Driver Retention Is Not a Pay Problem
Consumers have spent a good part of the last few years weathering the pandemic remotely, dependent on goods and supplies delivered to their homes. This has brought well-deserved attention to the trucking industry that is the backbone of America’s economy. Truck drivers are one of our nation’s most valuable assets, yet, despite the increased spotlight, significant concerns remain on how to attract new employees to this profession and keep existing drivers on the road.
The driver shortage is among the most frequently discussed issues in the industry and has been a thought-provoking dialogue at conferences and carriers’ boardroom tables for years. One of the latest driver strategies focuses on retaining truck drivers at a higher rate; specifically, retaining truck drivers as a means to offset the inability to recruit new drivers due to an industry-wide labor shortage.
Through the lens of neo-classical economics, the modern dominating economic theory where all decisions are made rationally, a labor issue such as the driver shortage should resolve itself. Neo-classical theory suggests that if there is a labor shortage, excess demand will cause wages to increase to a level that will attract workers to the field, including those currently employed. The problem is that mechanism is not working. Most carriers have enriched the pay plans for their drivers in the last 12 months without any measurable results in retention. Former trucking executive and current program manager of the Truckload Carriers Association Profitability Program, Shepard Dunn, recently noted that the industry faces the same problems related to driver shortage as the industry faced as far back as 1994. Dunn conceded, “The driver shortage is here to stay.” In short, the same strategy that has been practiced for decades is not working – the magnitude of the issue is evident. Retaining drivers in a fiercely competitive environment will require some very creative problem solving.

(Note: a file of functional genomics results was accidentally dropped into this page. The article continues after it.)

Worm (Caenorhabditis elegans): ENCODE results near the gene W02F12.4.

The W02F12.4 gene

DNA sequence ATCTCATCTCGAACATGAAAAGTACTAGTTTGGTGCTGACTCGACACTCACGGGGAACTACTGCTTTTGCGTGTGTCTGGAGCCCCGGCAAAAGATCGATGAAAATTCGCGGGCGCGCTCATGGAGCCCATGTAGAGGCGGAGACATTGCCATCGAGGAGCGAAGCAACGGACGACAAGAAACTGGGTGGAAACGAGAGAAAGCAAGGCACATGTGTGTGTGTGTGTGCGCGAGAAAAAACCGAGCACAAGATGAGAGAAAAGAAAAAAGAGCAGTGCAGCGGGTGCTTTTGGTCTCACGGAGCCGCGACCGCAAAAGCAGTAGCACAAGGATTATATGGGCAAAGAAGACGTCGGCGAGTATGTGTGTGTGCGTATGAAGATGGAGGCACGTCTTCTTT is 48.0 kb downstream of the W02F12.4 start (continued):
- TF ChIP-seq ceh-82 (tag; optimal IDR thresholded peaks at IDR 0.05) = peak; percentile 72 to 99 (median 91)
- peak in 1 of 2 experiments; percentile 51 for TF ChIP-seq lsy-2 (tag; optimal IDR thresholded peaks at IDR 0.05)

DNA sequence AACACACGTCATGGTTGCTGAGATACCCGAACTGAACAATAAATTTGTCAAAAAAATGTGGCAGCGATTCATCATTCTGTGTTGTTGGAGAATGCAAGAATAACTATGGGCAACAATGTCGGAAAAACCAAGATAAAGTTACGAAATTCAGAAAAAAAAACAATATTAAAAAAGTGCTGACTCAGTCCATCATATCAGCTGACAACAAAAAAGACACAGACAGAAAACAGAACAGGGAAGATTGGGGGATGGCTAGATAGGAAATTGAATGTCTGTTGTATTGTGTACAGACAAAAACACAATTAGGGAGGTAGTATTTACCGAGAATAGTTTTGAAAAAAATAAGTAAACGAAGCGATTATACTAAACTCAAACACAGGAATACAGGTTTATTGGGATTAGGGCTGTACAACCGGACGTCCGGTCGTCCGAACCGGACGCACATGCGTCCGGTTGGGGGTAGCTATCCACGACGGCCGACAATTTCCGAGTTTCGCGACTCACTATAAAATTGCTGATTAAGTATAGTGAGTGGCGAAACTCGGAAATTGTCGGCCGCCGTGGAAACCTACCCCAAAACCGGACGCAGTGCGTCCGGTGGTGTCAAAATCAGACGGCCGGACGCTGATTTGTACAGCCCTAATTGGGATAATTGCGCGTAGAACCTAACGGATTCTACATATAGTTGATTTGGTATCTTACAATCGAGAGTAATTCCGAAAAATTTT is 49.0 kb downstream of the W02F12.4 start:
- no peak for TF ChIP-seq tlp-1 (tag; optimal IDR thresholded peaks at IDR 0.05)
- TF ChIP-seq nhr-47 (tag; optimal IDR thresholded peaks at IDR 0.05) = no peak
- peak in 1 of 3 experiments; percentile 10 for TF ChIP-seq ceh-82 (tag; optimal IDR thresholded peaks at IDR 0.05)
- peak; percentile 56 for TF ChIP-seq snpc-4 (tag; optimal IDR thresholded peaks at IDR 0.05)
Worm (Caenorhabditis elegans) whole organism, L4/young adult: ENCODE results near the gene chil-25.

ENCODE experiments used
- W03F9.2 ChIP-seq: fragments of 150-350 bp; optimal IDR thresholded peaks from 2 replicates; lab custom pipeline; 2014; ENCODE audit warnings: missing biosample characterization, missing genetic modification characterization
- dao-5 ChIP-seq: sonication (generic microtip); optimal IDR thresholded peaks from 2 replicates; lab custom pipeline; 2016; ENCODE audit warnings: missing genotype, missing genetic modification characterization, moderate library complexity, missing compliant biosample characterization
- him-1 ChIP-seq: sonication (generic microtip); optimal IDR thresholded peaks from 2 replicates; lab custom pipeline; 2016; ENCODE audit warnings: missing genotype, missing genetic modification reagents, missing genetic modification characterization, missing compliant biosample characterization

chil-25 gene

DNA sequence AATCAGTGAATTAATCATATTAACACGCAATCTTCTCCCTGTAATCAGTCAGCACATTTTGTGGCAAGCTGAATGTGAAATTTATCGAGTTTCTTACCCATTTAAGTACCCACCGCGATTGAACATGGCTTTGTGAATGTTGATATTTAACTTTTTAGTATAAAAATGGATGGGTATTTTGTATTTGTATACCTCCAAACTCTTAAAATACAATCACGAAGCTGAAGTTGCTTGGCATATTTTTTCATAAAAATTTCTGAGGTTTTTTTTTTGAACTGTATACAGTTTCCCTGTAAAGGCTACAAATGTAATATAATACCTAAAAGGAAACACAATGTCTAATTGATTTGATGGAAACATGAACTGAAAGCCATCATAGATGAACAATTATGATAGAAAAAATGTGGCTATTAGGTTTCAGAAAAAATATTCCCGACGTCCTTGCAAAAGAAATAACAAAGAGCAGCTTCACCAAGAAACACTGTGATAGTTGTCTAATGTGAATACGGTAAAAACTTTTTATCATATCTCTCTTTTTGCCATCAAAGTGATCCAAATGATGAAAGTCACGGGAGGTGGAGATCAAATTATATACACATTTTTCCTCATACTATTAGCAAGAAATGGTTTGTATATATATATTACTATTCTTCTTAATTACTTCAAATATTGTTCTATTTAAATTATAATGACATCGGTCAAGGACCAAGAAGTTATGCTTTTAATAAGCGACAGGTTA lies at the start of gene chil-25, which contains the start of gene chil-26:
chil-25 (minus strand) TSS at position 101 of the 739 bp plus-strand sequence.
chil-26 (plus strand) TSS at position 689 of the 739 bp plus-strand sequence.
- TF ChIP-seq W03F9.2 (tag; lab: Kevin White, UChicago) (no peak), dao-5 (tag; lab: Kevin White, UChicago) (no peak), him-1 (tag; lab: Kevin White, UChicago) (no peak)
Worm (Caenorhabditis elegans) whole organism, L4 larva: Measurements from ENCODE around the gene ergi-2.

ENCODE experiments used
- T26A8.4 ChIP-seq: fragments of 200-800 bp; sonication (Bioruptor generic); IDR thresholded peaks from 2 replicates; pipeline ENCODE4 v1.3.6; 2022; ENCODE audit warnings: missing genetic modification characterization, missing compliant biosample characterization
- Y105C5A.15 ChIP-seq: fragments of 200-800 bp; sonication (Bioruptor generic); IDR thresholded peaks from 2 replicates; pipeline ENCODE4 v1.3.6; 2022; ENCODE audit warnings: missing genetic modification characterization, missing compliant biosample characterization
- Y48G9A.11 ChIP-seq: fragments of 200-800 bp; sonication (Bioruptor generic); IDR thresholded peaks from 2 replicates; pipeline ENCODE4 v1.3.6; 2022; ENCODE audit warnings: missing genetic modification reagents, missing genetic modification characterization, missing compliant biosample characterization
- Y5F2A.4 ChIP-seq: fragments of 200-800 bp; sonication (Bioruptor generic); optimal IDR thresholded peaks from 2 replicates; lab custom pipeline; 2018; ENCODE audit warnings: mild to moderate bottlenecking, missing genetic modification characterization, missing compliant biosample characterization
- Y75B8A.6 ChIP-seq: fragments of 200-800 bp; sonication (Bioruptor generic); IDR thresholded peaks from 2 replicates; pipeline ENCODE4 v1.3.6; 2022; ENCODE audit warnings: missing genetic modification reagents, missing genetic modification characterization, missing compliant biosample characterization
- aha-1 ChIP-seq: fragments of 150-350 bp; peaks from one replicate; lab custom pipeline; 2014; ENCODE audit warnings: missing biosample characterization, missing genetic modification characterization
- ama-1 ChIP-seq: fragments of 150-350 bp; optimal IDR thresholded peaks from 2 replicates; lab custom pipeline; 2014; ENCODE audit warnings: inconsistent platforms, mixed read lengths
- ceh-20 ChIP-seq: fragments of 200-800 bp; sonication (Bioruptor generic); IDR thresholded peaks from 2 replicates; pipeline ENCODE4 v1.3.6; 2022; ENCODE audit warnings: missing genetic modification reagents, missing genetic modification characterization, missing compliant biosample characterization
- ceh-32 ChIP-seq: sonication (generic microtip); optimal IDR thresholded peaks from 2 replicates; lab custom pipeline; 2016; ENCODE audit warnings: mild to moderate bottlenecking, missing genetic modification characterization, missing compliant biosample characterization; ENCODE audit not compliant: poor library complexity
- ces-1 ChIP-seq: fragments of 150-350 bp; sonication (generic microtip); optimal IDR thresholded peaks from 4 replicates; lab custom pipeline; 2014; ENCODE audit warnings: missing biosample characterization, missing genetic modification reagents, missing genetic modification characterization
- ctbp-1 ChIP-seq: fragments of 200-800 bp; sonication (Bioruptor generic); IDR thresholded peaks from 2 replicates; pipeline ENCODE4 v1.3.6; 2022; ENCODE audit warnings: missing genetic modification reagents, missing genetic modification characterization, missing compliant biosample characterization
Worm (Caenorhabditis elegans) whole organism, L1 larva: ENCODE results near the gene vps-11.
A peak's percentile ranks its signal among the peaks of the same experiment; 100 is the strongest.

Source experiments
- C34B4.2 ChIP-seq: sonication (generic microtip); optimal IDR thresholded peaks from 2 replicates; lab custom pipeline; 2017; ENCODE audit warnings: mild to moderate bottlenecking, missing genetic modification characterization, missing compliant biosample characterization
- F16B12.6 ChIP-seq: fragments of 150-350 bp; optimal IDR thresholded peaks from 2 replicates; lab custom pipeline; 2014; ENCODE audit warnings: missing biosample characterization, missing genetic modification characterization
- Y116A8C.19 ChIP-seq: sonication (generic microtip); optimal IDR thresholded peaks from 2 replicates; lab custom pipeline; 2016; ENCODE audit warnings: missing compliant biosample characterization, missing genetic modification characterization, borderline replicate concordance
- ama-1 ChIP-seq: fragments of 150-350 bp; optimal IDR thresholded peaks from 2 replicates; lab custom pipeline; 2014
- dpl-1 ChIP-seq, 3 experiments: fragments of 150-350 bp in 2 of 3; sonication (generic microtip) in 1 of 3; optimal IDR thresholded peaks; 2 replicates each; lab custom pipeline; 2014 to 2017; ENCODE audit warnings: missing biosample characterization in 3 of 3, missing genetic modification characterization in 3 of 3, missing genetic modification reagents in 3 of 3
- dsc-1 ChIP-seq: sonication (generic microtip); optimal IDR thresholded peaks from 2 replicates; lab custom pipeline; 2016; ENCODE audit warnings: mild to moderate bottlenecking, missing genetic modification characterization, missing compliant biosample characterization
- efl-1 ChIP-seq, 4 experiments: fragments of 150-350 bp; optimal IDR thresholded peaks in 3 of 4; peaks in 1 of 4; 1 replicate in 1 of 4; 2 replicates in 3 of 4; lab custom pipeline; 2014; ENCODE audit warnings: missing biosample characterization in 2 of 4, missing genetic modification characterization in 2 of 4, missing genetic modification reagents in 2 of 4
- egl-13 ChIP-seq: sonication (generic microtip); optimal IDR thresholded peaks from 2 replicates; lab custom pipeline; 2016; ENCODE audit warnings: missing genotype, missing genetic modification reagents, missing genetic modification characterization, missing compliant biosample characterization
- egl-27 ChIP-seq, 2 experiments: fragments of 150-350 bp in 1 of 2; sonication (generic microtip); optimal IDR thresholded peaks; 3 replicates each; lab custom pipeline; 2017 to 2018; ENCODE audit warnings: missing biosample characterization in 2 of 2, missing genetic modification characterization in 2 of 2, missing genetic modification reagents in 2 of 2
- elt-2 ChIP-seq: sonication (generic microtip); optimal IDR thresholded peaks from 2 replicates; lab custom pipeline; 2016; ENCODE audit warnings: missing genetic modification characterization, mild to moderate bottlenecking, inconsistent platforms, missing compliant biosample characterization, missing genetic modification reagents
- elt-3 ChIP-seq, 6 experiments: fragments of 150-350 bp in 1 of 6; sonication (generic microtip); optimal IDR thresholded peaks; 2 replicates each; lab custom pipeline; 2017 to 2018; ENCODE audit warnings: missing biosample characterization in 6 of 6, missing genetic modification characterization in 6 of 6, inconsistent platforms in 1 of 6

The majority of strategies and conversations on this issue center around pay packages, pay plans, incentives, and bonuses. While it would be remiss to say that pay is an unimportant variable, these discussions are frequently qualified by commentary indicating how ineffective pay changes are, especially in the long run. The remarks subtly state the importance and effectiveness of abstract skills within an organization, such as developing trust, showing empathy, displaying respect, and personalizing interactions. These subtle remarks provide valuable takeaways: driver retention is impacted much more effectively by the soft skills within an organization rather than repeatedly enriching pay packages. To this point, there is intriguing evidence that some companies pay their drivers upwards of six figures but experience soaring turnover, while other companies pay their drivers only half of that, on average, but experience almost no turnover. Obviously, there is much more in play than just pay for these drivers. All of this evidence suggests competitive pay is a pre-requisite for retaining drivers; however, pay is not a differentiator in the long run. Dunn addressed what it takes to stand out, “The carriers who have figured it out have built a great culture.”
So, the original question remains unanswered – how do companies adapt to retain drivers at a higher rate? For decades, leaders have attempted to answer that question by asking another: How much financial incentive can I afford to give drivers to keep them driving? A more sustainable solution is buried in the abstract world of interpersonal skills. So, maybe the wrong question is being asked. Perhaps we should be asking: How can leaders inspire productive relational skills vertically and consistently throughout their companies to encourage retention and possibly even growth? Delivering on that question will produce more results than simply continuing to throw money at the problem.
Ethan Slaughter is controller of Christenson Transportation, Inc.
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